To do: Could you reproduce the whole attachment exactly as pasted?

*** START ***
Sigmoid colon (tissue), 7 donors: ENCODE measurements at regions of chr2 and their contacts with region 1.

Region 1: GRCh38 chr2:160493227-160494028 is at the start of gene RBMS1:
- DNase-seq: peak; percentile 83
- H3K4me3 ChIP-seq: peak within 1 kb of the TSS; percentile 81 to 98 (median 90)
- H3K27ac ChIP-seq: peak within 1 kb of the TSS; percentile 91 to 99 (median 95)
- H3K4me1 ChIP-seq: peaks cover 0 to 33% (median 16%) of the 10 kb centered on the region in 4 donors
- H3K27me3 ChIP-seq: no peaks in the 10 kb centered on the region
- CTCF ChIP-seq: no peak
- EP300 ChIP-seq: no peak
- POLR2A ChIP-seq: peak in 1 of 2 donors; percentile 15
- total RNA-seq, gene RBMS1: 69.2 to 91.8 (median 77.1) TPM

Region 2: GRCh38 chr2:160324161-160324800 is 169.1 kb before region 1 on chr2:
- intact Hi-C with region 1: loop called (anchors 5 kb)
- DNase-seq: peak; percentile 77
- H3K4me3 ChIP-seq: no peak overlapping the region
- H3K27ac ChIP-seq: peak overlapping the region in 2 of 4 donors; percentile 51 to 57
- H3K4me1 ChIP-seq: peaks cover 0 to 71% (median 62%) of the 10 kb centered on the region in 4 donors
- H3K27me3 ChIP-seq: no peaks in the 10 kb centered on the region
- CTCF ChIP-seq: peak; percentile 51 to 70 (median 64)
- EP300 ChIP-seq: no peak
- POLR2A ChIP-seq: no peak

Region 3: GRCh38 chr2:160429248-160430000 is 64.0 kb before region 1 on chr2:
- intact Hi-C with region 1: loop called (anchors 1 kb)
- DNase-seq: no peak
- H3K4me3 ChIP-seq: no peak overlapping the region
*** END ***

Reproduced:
Sigmoid colon (tissue), 7 donors: ENCODE measurements at regions of chr2 and their contacts with region 1.

Region 1: GRCh38 chr2:160493227-160494028 is at the start of gene RBMS1:
- DNase-seq: peak; percentile 83
- H3K4me3 ChIP-seq: peak within 1 kb of the TSS; percentile 81 to 98 (median 90)
- H3K27ac ChIP-seq: peak within 1 kb of the TSS; percentile 91 to 99 (median 95)
- H3K4me1 ChIP-seq: peaks cover 0 to 33% (median 16%) of the 10 kb centered on the region in 4 donors
- H3K27me3 ChIP-seq: no peaks in the 10 kb centered on the region
- CTCF ChIP-seq: no peak
- EP300 ChIP-seq: no peak
- POLR2A ChIP-seq: peak in 1 of 2 donors; percentile 15
- total RNA-seq, gene RBMS1: 69.2 to 91.8 (median 77.1) TPM

Region 2: GRCh38 chr2:160324161-160324800 is 169.1 kb before region 1 on chr2:
- intact Hi-C with region 1: loop called (anchors 5 kb)
- DNase-seq: peak; percentile 77
- H3K4me3 ChIP-seq: no peak overlapping the region
- H3K27ac ChIP-seq: peak overlapping the region in 2 of 4 donors; percentile 51 to 57
- H3K4me1 ChIP-seq: peaks cover 0 to 71% (median 62%) of the 10 kb centered on the region in 4 donors
- H3K27me3 ChIP-seq: no peaks in the 10 kb centered on the region
- CTCF ChIP-seq: peak; percentile 51 to 70 (median 64)
- EP300 ChIP-seq: no peak
- POLR2A ChIP-seq: no peak

Region 3: GRCh38 chr2:160429248-160430000 is 64.0 kb before region 1 on chr2:
- intact Hi-C with region 1: loop called (anchors 1 kb)
- DNase-seq: no peak
- H3K4me3 ChIP-seq: no peak overlapping the region